AFRL Develops Partial Solution to Helicopter Brownout

A Marine Corps MV-22 demonstrates brownout conditions during testing at the Army's Yuma Proving Ground, AZ.
Photo: Photo by Walt Harrington

5/9/2007 - EGLIN AIR FORCE BASE, FL -- The Air Force Research Laboratory Rapid Reaction Team has successfully integrated and tested a science and technology solution to the Air Force Special Operation Command helicopter brownout problem.

In late 2005, Lt. Gen. Michael Wooley, AFSOC commander, asked the AFRL commander to find a solution to a problem that is killing his Airmen -- rotary wing brownouts.

More than 30 AFSOC rotary wing aircraft and 60 servicemembers have lost their lives due to reduced visibility conditions during landing in desert environments. Many of the aircraft losses have been attributed to a condition that helicopter pilots refer to as "brownout."

"Brownout conditions occur during landing and take-offs from sand or dirt. The sand and dirt is blown up off the ground and blinds the helicopter pilots to the surrounding area, much like being in a whiteout during a blizzard," said Eric Werkowitz, the effort's program manager who is from the Munitions Directorate here.

In less than five months from his request, the team had begun flying a system on a commercial helicopter.

Scientists and engineers at AFRL worked with Applied Minds, Inc. to develop a short-term prototype "see and remember" system which will reduce aircraft accidents resulting from the loss of visual cues during take-off and landings in dusty conditions.

This science and technology solution, known as Photographic Landing Augmentation System for Helicopters, or "PhLASH" for short, is a combination of an electro-optical sensor and infrared strobe lights which images and geo-registers (matches the image to a coordinate on the earth's surface) the ground prior to landing in brownout conditions.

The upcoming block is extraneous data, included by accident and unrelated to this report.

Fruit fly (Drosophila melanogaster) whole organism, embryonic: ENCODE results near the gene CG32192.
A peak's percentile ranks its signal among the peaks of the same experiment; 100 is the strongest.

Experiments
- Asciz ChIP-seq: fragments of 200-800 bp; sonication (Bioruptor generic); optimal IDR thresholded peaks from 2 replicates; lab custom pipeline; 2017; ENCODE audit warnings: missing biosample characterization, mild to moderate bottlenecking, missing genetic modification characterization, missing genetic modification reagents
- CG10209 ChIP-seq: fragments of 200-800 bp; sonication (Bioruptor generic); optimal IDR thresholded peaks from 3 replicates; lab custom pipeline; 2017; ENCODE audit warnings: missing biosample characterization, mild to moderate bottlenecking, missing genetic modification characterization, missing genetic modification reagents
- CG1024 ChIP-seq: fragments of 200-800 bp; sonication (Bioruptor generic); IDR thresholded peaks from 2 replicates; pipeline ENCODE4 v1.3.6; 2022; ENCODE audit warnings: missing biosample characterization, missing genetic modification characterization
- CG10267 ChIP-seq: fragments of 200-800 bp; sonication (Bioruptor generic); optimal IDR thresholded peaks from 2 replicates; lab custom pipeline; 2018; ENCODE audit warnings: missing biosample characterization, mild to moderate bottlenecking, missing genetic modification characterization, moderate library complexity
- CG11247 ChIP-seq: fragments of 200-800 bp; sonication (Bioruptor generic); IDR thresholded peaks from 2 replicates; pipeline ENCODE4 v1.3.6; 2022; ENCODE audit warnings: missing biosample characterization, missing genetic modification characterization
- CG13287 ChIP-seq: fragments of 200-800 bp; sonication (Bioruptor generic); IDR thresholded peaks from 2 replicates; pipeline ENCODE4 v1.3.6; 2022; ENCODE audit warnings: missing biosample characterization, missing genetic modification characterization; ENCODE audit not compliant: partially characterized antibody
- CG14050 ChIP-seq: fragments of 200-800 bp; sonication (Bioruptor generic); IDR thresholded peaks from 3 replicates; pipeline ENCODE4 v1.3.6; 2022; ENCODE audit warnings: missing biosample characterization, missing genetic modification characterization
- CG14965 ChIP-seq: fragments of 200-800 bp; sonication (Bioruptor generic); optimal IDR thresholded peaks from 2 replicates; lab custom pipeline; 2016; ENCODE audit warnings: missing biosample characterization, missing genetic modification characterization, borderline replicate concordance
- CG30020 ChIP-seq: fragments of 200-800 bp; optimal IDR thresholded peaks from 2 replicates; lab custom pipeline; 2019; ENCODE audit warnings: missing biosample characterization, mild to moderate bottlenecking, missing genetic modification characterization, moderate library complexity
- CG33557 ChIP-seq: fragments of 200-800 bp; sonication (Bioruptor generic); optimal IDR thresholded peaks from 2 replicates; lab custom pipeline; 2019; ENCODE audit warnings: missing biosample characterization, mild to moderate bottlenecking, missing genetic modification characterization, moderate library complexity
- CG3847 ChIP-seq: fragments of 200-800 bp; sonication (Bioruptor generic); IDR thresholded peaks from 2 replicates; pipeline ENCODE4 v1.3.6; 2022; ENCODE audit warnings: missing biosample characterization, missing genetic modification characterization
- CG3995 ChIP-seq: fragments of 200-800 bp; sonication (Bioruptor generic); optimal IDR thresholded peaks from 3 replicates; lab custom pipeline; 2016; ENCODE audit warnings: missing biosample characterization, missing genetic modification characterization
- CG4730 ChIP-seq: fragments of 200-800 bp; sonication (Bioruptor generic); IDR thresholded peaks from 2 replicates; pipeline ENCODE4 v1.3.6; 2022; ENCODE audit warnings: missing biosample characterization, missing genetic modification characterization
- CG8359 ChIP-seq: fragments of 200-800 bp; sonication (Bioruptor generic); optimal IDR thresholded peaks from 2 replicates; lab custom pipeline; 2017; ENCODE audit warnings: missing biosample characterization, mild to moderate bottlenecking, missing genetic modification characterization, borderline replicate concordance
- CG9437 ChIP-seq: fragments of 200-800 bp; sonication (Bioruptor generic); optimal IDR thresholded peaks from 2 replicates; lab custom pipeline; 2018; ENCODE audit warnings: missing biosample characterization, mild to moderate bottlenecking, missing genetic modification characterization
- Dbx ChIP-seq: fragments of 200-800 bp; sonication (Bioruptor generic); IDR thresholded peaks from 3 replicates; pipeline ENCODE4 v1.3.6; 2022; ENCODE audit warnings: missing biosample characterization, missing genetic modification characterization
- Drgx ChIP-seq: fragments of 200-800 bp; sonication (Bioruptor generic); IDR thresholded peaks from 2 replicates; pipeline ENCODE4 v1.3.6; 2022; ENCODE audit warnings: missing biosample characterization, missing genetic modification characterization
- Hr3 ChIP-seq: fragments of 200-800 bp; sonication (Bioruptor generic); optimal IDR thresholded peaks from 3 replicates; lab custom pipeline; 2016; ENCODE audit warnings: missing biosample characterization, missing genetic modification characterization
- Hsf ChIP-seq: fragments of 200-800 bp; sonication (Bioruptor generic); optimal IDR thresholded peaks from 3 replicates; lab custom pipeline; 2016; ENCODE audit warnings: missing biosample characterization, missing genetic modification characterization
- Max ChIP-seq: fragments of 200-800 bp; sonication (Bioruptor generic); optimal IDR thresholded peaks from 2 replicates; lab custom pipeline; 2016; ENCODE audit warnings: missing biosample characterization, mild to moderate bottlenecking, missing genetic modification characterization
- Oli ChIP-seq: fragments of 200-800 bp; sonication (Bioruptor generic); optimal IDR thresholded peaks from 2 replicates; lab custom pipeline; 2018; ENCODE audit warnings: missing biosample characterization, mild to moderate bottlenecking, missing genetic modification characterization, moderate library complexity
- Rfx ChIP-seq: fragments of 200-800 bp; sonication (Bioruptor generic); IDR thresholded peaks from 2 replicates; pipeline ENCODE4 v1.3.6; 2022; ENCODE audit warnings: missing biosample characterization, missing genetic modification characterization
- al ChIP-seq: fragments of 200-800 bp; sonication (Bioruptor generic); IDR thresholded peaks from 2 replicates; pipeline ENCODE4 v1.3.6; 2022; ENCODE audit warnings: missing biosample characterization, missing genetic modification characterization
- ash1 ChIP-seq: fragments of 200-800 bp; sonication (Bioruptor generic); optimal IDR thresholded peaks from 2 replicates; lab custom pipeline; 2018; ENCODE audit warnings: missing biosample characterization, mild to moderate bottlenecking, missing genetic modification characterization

"During the final approach, but before entering brownout, the system captures a series of high resolution digital still images of a landing area, and transforms the images in real-time based on the subsequent flight path of the helicopter," Werkowitz said. "The result is a video-like display of the landing area and nearby obstacles, along with symbology indicating the current position of the helicopter. The display will not reflect changes to the landing zone after the most recent photo (before brownout is encountered) until landing, but in most cases this time span will be less than 20 seconds."

"We call the concept 'See and Remember'" he said.

AFRL recently completed development testing and operational testing of the system on a MH-53 helicopter. The next phase of PhLASH program is integration on operational helicopters. The Office of the Secretary of Defense selected the PhLASH system for $1.75 milllion of Quick Reaction Funding to develop a ruggedized system suitable for permanent installation.

Source: USAF/Eglin AFB Press Release by Rex Swenson

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